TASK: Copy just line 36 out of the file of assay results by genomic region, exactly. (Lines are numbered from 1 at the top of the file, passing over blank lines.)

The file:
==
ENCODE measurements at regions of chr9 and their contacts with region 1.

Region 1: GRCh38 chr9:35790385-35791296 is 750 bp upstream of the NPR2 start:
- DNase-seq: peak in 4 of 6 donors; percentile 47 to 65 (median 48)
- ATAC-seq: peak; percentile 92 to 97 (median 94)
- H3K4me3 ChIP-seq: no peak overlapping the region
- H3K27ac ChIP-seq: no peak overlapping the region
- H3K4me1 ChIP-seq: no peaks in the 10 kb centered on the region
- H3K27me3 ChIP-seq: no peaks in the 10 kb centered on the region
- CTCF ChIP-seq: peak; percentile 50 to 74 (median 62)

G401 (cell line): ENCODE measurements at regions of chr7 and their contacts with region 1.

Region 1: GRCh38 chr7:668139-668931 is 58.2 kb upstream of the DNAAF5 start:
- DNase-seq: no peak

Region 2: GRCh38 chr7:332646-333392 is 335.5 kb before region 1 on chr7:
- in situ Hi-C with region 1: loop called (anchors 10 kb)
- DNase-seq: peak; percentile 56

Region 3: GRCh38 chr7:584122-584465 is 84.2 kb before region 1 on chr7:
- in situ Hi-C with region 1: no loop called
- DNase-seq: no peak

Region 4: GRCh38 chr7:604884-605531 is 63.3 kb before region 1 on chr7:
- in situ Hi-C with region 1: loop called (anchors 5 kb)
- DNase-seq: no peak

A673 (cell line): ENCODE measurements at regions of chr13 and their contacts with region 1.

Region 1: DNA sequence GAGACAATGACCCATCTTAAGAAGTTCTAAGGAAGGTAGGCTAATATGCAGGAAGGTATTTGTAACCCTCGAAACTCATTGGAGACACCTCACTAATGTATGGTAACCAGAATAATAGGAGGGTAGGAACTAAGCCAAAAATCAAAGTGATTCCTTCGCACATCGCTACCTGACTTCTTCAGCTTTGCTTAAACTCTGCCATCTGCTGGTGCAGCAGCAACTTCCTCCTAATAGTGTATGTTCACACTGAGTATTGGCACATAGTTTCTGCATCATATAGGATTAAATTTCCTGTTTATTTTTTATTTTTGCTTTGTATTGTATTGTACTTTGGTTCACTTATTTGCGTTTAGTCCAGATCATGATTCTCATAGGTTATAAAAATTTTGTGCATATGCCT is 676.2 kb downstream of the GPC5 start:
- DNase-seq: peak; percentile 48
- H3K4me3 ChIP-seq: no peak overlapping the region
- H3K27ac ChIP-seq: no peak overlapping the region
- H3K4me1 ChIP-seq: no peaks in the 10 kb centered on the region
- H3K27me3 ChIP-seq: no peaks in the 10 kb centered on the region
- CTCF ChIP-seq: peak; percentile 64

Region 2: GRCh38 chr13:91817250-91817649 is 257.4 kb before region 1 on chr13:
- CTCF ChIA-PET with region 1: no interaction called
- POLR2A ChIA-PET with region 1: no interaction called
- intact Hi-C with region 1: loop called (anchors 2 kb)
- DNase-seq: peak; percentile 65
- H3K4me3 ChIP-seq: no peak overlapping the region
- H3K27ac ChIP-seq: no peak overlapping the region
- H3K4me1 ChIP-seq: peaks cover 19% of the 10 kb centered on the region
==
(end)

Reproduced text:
- H3K27ac ChIP-seq: no peak overlapping the region